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The Highlanders of Waipu
Chapter XVI - Relations with Maoris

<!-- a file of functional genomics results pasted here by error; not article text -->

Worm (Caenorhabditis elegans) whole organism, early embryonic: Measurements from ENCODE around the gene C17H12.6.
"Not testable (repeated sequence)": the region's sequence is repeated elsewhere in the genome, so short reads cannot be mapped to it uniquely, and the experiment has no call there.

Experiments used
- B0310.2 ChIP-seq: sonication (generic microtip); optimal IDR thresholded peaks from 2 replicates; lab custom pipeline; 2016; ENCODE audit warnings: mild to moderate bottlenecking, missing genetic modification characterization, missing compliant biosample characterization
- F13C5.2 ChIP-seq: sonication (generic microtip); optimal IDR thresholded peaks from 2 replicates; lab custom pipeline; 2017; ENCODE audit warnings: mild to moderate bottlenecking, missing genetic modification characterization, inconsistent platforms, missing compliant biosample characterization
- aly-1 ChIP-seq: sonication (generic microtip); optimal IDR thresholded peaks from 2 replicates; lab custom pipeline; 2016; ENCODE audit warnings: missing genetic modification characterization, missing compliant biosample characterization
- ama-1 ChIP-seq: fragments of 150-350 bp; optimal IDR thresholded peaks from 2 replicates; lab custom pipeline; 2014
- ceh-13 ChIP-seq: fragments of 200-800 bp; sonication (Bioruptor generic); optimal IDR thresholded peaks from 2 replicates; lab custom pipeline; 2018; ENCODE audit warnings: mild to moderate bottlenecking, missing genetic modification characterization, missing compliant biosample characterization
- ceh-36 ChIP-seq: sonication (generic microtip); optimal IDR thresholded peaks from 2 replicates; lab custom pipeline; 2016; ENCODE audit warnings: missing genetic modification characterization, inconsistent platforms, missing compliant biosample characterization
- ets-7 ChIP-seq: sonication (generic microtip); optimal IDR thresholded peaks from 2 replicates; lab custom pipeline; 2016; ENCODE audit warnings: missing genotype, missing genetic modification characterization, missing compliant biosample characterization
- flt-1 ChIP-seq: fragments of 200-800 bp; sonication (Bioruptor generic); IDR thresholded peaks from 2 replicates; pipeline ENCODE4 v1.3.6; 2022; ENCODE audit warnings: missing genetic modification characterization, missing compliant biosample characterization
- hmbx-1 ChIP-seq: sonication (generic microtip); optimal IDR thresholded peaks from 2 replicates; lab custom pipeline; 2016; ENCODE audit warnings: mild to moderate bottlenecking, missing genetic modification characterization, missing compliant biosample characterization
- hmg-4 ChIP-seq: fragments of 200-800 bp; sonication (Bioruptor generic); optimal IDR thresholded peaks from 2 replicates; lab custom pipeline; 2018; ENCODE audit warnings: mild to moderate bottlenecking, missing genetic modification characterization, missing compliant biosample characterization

The settlement was surrounded by Maori villages, named kaiks or pahs, some of whose inhabitants paid them frequent visits. A feature of Maori life was that they lived on the tops of easily fortified hills, river bends, or seashore peninsulas. Their fortifications consisted of trenches, and earthen walls, on the top of which were erected wooden palisades of easily cut branches bound with and intertwined with wythes of various kinds. At the corners or other suitable spots were erected large watch-towers, from which all approaching visitors could be readily espied. Each village would have a population of one or two hundred individuals, governed by a Chief, or "Rangatira," and a priest or medicine man called "Tohunga." Their mode of defence was sufficient in the days of stone and wooden weapons, but to-day they are merely relics of a primitive people. The Maori has now taken to all the modes and manners of his Pakeha neighbour. From climatic reasons the Maori had to invent some kind of clothing. He understood the rudiments of weaving, and fashioned rude garments of various kinds from the fibre of the native flax (phormium tenax) to cover his trunk, while all his limbs were left bare. Any sort of raupo hut served as a home, while his food was of the simplest kind. Fish he had in abundance; also birds and pigs. Of bread, as we know it, he had none; but as a starchy substitute he had fern roots, cabbage-tree and fern-tree pith, and kumeras (or sweet potatoes). The whalers and earlier settlers introduced potatoes and maize, and as they became general the fern root and cabbage-tree pith were abandoned.